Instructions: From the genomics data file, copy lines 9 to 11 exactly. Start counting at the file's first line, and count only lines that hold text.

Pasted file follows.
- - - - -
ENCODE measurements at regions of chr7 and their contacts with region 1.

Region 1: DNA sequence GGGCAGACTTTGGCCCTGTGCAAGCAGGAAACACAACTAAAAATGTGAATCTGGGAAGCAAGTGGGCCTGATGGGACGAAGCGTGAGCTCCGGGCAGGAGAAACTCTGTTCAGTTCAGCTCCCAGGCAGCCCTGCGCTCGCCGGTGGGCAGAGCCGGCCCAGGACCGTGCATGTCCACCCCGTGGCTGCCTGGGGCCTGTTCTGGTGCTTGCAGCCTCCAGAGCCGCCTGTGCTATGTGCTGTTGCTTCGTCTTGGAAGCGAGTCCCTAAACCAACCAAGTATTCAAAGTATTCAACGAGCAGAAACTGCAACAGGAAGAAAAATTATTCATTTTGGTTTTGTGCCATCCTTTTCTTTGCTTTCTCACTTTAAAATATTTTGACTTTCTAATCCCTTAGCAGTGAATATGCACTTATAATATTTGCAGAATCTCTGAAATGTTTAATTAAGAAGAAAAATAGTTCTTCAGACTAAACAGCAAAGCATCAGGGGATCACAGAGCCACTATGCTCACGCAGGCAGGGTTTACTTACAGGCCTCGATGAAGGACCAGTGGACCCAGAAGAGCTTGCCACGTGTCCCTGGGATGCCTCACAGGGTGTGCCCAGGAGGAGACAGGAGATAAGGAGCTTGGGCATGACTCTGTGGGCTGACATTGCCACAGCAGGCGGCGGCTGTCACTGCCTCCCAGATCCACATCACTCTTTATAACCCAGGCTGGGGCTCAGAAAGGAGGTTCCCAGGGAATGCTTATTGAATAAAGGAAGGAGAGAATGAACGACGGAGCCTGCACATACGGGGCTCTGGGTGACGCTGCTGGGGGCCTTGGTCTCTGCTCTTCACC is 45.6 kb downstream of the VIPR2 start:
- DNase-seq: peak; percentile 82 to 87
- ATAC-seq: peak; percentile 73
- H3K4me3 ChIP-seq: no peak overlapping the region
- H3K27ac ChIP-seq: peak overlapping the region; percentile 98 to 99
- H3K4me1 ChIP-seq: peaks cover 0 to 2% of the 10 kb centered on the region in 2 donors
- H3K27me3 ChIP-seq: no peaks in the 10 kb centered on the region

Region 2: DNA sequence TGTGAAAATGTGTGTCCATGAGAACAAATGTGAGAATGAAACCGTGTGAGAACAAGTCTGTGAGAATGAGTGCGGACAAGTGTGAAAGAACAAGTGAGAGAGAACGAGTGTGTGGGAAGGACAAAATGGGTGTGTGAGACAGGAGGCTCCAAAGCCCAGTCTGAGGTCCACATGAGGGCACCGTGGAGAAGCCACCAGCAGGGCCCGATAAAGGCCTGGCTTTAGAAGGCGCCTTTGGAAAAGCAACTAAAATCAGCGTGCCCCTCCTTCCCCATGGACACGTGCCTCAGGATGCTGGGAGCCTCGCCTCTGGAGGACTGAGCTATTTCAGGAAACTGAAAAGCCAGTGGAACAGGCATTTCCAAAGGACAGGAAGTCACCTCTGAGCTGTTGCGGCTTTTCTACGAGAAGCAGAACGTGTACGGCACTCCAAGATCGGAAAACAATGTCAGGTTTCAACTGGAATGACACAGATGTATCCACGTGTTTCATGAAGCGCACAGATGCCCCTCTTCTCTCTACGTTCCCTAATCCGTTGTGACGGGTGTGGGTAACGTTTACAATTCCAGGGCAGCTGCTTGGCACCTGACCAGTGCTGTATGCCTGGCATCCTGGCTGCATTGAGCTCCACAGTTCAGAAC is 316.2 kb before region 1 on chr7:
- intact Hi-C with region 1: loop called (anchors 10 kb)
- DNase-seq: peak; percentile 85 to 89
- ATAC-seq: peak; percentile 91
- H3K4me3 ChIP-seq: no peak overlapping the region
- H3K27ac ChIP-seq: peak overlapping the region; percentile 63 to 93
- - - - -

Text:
Region 2: DNA sequence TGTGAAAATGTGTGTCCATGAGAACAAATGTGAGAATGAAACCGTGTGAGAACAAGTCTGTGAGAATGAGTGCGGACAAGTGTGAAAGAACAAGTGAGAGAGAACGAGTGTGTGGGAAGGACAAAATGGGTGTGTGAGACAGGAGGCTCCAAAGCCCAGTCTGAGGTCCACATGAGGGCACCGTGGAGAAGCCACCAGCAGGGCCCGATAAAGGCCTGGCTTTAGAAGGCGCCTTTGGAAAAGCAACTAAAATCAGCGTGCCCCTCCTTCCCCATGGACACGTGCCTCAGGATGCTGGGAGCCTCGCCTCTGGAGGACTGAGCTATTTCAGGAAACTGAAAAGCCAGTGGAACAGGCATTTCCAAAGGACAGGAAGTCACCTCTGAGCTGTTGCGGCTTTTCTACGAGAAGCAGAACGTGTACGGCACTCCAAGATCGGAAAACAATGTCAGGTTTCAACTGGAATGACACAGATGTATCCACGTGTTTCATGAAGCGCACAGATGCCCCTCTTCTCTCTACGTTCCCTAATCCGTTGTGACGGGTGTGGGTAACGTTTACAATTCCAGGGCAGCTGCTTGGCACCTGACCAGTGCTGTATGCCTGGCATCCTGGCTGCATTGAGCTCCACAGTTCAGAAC is 316.2 kb before region 1 on chr7:
- intact Hi-C with region 1: loop called (anchors 10 kb)
- DNase-seq: peak; percentile 85 to 89